Here’s to Tamora’s Tomorrow

Circle-of-MagicTamora Pierce, living legend of the young adult science fiction and fantasy universe, turns 61 today. In her honor, I’m dedicating this post to the influences she has provided on the genre and how, especially now, her work has become more relevant with age.

For those of you who may be unfamiliar with the greatness that is Tamora Pierce, allow me educate you. Her first series for young adults “The Song of the Lioness” was published between 1983-1988. This was the beginning of a career filled with quartets and stand-alones operating in two fictional universes: Tortall and Emelan. The quartet that I read first was “The Circle of Magic” in which one book was dedicated to each of the four mages-in-training: Sandry, Tris, Daja, and Briar. From there, I backpedaled to her “Protector of the Small Series” and continued to devour her ensuing series and novels: “The Circle Opens,” “Tricksters,” “Beka Cooper” and “Melting Stones”. She has written over twenty novels with more on the way. Now, for those of you who don’t have any idea what I’m talking about, I’ll move past the name dropping into themes that are present in all of Pierce’s books and why we, as  a science fiction and fantasy community, need to go back, reread them in light of recent discussions within the publishing industry, and discuss.

First of all, feminist themes abound in Pierce’s books. Her work was one of the first in which I experienced a strong, unflappable female hero. I wanted to be Keladry in the Protector of the Small, I wanted to fight battles, become a knight, out-do the boys. Screw being a damsel in distress. In the Protector of the Small series, Pierce proves in Keladry that female characters can be “feminine” while also competing in a world dominated by men. Pierce addresses Keladry’s struggles: her changing physical body as she grows into a woman, her infatuation with a fellow knight, facing her fears and dealing with the morals of hazing and training. She defends those previously maltreated by society at her own expense, demonstrating a mature emotional and rational range. Through Keladry, Pierce’s states that even in the face of other’s biases and torments, we can prove ourselves and win the respect we deserve.

All of  her characterizations demonstrate a self-sufficient attitude that rails against societal norms. And even those of her characters who prescribe to “gendered” if stereotypical themes of dress (like Sandry who is a princess and loves wearing girly outfits), Pierce flips conventions on their heads by demonstrating that a girl doesn’t have to act or dress like a boy to be strong. It’s an empowering line of thought especially for young female readers. And I was lucky enough to experience such stories at a young age.

Even more pertinent to discussions today are Pierce’s diverse range of protagonists. Since the beginning of 2014, the We Need Diverse Books campaign has drawn attention to the lack of diverse characters and authors in children’s literature with startling statistics in which the races, experiences, disabilities, ethnicities, orientations, socio-economic classes, and cultures found in children’s literature do not accurately represent the world’s population of prospective readers. Most novels in children’s literature revolve around white, able-bodied, and straight main characters. You can read further on this issue by checking out a post by the Children’s Book Center here: http://ccblogc.blogspot.com/2013/07/i-see-white-people.html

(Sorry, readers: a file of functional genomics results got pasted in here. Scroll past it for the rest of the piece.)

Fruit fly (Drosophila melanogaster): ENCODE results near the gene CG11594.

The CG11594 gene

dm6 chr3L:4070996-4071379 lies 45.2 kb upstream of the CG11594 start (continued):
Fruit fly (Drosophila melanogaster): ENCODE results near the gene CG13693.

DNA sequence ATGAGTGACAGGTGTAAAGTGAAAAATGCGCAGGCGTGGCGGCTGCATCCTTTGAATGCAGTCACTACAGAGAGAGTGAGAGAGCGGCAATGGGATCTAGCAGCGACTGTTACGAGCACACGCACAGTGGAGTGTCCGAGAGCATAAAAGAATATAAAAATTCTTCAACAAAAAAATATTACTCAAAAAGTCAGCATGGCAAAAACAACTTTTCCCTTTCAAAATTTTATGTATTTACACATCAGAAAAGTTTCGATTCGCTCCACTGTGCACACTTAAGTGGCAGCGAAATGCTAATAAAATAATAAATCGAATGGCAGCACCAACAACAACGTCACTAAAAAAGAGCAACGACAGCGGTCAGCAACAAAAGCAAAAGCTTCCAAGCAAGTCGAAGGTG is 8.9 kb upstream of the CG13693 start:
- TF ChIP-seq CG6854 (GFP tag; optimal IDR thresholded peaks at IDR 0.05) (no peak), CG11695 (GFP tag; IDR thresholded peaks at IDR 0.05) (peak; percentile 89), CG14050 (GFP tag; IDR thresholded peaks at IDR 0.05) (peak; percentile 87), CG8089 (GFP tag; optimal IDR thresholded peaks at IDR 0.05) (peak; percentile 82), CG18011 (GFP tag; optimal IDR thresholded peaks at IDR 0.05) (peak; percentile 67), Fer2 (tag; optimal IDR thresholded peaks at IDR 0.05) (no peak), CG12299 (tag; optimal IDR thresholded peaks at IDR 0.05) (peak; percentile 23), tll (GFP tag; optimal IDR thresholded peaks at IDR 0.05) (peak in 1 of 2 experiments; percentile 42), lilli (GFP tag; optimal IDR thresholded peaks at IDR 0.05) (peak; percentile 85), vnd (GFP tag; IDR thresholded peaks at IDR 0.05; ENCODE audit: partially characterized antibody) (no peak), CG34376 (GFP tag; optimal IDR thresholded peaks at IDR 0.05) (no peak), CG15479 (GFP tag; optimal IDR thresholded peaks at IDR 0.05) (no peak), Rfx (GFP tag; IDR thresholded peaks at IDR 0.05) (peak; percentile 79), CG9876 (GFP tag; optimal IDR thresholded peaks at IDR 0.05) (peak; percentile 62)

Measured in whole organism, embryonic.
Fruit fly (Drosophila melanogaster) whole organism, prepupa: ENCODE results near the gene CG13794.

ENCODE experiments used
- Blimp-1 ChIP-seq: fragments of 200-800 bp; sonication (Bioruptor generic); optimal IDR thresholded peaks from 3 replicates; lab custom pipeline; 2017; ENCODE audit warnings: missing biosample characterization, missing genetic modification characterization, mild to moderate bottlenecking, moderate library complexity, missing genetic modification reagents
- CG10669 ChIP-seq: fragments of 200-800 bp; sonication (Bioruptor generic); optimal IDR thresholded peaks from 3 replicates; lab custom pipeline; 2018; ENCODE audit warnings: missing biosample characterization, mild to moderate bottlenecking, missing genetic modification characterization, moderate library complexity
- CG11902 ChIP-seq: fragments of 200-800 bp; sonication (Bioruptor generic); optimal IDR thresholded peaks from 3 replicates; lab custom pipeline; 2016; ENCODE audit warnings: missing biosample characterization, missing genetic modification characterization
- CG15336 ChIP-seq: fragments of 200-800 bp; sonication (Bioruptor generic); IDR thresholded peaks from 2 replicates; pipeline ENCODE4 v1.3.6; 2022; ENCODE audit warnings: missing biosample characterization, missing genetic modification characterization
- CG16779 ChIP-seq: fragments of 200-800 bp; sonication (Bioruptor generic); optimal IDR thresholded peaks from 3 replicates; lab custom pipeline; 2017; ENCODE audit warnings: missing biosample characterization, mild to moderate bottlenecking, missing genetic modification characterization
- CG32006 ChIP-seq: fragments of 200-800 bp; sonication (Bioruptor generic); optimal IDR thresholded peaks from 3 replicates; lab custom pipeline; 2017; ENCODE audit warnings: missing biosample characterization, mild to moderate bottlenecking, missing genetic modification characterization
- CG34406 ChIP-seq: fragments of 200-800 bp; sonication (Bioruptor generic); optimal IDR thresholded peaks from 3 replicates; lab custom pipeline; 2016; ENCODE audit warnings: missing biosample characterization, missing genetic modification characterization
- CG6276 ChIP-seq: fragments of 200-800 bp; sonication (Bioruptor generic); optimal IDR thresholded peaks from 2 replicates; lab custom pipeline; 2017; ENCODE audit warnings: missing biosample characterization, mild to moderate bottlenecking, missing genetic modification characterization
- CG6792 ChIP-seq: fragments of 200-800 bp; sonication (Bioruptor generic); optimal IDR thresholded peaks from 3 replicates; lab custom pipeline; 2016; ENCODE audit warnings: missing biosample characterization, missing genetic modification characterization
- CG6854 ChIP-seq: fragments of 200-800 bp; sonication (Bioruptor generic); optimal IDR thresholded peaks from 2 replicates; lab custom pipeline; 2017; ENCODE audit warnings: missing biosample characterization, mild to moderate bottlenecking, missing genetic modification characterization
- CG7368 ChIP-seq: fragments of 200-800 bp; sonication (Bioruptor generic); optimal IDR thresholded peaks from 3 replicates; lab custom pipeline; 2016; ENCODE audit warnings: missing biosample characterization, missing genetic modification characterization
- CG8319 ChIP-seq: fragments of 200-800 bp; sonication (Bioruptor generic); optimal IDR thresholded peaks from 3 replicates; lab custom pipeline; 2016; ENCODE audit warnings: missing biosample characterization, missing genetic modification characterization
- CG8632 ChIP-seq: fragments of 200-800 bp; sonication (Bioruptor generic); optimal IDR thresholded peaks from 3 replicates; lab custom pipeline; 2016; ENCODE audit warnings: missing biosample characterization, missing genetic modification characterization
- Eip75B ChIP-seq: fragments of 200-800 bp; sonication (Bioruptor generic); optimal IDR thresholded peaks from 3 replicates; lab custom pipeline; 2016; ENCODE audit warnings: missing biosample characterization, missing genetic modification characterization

Pierce’s books, however, do not fall under this norm. In her Circle of Magic books, I was enamored with the diversified experiences of Daja, a orphaned black lesbian trader, and Briar,a multiracial street-rat gang member, each of whom had their own book dedicated to their experiences as mages-in-training. Both covers also do not shy away from identifying the main characters races. Unfortunately, many novels about diverse characters choose to avoid showing frontal pictures of diverse main characters due to the marketing fear (unfounded in my opinion) that people may not want to buy them. These books were written in the late nineties and found commercial success and a willing audience. Personally, these Circle of Magic books led me to fall in love with fantasy and I couldn’t read them fast enough. I think if we need any proof that readers are willing to read diverse books, we can look back at the success Pierce experienced and the relationships and people she highlighted in her writing that was well received. It should also be noted that she develops such in-depth portrayals of her characters that almost everyone can see themselves in her worlds.

So my assignment to you:

1) Tell me about your favorite Tamora Pierce book in the comments and how it fell into the feminist or diverse theme.

2) Why do you believe her work does (or doesn’t) matter now?

The best books are those that can still be discussed in our changing world today. And, as such, Pierce’s works demonstrate a standard that writers and readers should have aspired to decades ago.

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